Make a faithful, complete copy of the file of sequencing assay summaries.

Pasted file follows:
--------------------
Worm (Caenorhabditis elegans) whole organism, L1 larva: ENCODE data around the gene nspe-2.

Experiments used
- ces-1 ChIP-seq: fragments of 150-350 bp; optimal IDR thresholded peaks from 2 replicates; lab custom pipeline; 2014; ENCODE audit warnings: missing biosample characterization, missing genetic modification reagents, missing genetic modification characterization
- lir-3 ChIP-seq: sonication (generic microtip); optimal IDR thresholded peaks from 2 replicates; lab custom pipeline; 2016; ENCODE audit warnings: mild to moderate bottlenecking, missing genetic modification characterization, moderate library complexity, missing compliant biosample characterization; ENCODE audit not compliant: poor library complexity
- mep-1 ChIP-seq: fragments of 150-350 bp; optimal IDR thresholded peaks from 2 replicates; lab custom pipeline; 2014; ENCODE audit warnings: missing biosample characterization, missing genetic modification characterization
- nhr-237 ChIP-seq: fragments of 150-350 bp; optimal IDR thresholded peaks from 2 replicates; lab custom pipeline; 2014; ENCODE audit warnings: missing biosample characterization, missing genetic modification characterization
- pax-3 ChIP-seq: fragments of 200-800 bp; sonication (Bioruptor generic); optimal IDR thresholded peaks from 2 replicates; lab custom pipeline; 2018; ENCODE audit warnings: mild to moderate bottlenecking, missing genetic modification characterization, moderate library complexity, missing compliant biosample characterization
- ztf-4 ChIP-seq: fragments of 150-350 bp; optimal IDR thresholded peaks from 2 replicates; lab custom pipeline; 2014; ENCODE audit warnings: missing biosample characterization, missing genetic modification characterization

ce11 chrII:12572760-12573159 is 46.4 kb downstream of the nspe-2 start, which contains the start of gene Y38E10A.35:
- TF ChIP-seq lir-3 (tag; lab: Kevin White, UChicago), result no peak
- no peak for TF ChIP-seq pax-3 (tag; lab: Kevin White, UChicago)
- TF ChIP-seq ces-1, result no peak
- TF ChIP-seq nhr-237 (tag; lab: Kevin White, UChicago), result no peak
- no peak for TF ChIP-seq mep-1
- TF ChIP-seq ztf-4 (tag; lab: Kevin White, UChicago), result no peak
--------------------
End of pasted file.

Worm (Caenorhabditis elegans) whole organism, L1 larva: ENCODE data around the gene nspe-2.

Experiments used
- ces-1 ChIP-seq: fragments of 150-350 bp; optimal IDR thresholded peaks from 2 replicates; lab custom pipeline; 2014; ENCODE audit warnings: missing biosample characterization, missing genetic modification reagents, missing genetic modification characterization
- lir-3 ChIP-seq: sonication (generic microtip); optimal IDR thresholded peaks from 2 replicates; lab custom pipeline; 2016; ENCODE audit warnings: mild to moderate bottlenecking, missing genetic modification characterization, moderate library complexity, missing compliant biosample characterization; ENCODE audit not compliant: poor library complexity
- mep-1 ChIP-seq: fragments of 150-350 bp; optimal IDR thresholded peaks from 2 replicates; lab custom pipeline; 2014; ENCODE audit warnings: missing biosample characterization, missing genetic modification characterization
- nhr-237 ChIP-seq: fragments of 150-350 bp; optimal IDR thresholded peaks from 2 replicates; lab custom pipeline; 2014; ENCODE audit warnings: missing biosample characterization, missing genetic modification characterization
- pax-3 ChIP-seq: fragments of 200-800 bp; sonication (Bioruptor generic); optimal IDR thresholded peaks from 2 replicates; lab custom pipeline; 2018; ENCODE audit warnings: mild to moderate bottlenecking, missing genetic modification characterization, moderate library complexity, missing compliant biosample characterization
- ztf-4 ChIP-seq: fragments of 150-350 bp; optimal IDR thresholded peaks from 2 replicates; lab custom pipeline; 2014; ENCODE audit warnings: missing biosample characterization, missing genetic modification characterization

ce11 chrII:12572760-12573159 is 46.4 kb downstream of the nspe-2 start, which contains the start of gene Y38E10A.35:
- TF ChIP-seq lir-3 (tag; lab: Kevin White, UChicago), result no peak
- no peak for TF ChIP-seq pax-3 (tag; lab: Kevin White, UChicago)
- TF ChIP-seq ces-1, result no peak
- TF ChIP-seq nhr-237 (tag; lab: Kevin White, UChicago), result no peak
- no peak for TF ChIP-seq mep-1
- TF ChIP-seq ztf-4 (tag; lab: Kevin White, UChicago), result no peak